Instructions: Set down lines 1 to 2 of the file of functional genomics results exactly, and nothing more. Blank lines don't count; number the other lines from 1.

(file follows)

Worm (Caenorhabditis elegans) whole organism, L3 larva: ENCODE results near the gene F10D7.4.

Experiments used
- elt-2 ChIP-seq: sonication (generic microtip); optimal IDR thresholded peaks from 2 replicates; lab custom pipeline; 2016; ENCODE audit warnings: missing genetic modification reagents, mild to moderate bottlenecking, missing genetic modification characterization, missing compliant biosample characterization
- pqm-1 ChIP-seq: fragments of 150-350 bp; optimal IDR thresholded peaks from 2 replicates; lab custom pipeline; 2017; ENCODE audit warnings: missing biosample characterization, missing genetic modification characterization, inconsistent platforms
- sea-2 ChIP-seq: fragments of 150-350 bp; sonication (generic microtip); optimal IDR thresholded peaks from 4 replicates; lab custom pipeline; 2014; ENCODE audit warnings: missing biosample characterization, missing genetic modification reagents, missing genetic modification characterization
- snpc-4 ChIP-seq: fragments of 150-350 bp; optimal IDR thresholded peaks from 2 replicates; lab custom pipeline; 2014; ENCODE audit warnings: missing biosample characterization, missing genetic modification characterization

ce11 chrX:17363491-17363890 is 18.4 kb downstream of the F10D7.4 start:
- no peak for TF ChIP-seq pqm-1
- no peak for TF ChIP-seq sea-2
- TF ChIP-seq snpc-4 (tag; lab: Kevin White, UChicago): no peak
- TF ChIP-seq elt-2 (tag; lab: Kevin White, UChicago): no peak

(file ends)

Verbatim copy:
Worm (Caenorhabditis elegans) whole organism, L3 larva: ENCODE results near the gene F10D7.4.

Experiments used